Every week, we will find the expert advice to help a small or medium-sized company overcome a key issue it is facing in its business.
At first, Jackie Dinsmore wasn't even sure if the April 5 e-mail from a buyer for Debenhams Retail PLC was the real thing.
The British-based retail giant, which has close to 230 stores worldwide, wanted to order a huge quantity of merchandise from Luvali Convertibles, the Toronto-based company co-owned by Ms. Dinsmore, her husband, Jamie, and her mother, Shirley Durk.
Not only did it want to place orders representing all of Luvali's roughly 300 products, but it wanted the order filled in less than a week's time.
It was a great coup for Luvali, created in 2007 as a maker of convertible bags that can be transformed into different styles by changing or reversing a slip cover or removing a strap, which has since expanded its product lines to include reversible sun hats, reversible jewellery, organic baby clothes and diaper bag kits.
But it was also a great challenge.
Luvali's products are sold online, in 10 of The Bay's flagship stores and through a network of about 700 independent boutiques across North America. None of them, or their orders, come close in size to Debenhams.
Its order – which Ms. Dinsmore says was about 50 times more than a typical one from her boutique customers – nearly depleted the company's stock, which can take more than 90 days to replenish.
"Initially they were just interested in the bags, but after I told them about my other products, they wanted everything – every product in every colour," says Ms. Dinsmore, who says she has no idea – and has had no time to find out – how she even got on Debenhams' radar.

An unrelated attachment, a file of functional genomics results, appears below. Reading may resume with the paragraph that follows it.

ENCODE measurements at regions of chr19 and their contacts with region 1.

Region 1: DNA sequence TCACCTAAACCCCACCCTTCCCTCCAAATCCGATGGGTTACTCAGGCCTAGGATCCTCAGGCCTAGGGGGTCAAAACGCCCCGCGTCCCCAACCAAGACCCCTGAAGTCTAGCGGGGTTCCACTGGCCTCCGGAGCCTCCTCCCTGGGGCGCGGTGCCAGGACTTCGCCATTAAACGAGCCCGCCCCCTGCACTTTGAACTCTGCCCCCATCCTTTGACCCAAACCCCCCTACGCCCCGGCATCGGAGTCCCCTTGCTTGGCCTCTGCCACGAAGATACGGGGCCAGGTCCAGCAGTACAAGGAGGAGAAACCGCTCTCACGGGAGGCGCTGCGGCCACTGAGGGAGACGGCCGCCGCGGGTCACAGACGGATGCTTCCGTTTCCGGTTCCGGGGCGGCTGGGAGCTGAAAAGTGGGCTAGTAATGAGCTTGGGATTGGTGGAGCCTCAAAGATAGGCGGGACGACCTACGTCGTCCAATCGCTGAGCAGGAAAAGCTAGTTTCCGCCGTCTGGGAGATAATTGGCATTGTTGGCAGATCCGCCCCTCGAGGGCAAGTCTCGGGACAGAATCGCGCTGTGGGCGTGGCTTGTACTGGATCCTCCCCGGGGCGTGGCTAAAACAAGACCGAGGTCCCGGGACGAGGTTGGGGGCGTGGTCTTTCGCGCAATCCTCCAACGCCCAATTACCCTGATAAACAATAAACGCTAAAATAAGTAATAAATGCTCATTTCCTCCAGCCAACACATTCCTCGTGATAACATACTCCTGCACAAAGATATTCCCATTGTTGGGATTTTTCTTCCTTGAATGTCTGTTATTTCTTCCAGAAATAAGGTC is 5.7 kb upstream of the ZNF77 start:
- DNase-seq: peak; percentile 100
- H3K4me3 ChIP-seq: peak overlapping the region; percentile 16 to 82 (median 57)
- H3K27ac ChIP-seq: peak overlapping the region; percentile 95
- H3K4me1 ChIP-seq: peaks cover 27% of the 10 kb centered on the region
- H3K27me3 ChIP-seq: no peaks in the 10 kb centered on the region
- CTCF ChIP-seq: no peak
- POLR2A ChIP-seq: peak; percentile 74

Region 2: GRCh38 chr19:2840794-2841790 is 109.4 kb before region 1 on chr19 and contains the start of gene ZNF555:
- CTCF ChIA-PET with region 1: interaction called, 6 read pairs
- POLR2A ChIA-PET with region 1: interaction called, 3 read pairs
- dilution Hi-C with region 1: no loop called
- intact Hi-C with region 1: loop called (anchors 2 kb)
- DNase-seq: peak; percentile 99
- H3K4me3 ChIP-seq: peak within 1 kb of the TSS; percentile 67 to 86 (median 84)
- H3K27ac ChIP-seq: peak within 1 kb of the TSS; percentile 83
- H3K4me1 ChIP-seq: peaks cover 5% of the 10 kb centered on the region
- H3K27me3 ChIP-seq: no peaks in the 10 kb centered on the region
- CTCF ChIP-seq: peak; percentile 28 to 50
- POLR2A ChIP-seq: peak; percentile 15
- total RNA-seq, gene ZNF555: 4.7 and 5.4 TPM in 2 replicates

"In the end, the order added up to a couple of thousand units worth tens of thousands of dollars."
To ensure she had enough to also meet the demands of her other clients, Ms. Dinsmore says she pushed back on some of Debenham's requests, negotiating lower quantities on some items.
With Debenham's order filled and Luvali's sales continuing to grow, Ms. Dinsmore wants to make sure her company is now in a position to take on more large orders – but without the risk of jeopardizing her smaller boutique accounts as a result of suddenly low inventory levels.
She could keep more products in stock by ordering in larger volumes from her manufacturer in China. Instead of putting in 10 small orders a year, as she does now, she could buy in bulk twice a year – a move that would save her money because of volume discounts.
But the manufacturer will want to be paid upfront for the large order, which would create cash-flow problems for her young company.
The challenge: Ms. Dinsmore wants to be ready to meet large rush orders from big retailers– but without the risk of short-changing her small boutique clients. She has to ensure that she has enough stock to supply the network of small boutiques that have helped the company grow as rapidly as it has over the last two years.
THE EXPERTS WEIGH IN
Robert Blunden, associate professor, strategic management and family enterprise, Dalhousie University School of Business Administration, Halifax
It's important that Ms. Dinsmore not fail to service her existing customers because they're the backbone of the company she built. So she needs to ensure she's adequately stocked to meet their needs while being able to react quickly to big orders.
I don't think she needs to stock up to a level that anticipates the same size of order she just got from Debenhams – maybe just increase by a small percentage to start. I wouldn't carry too much inventory, especially for products that might be considered trendy. Right now, we don't know if the Debenhams order is going to be a repeat order or not – this will depend on how well their products sell in Debenhams' stores.
On the financing side, what she needs is debt to enable her to finance her inventory until she sells the goods. Depending on her relationship with her bank, she may be able to get a line of credit. The bank may not want to extend a line of credit based on Luvali's receivables or inventory, but if Ms. Dinsmore or her mother has equity in their house, then they may be able to get a line of credit that way.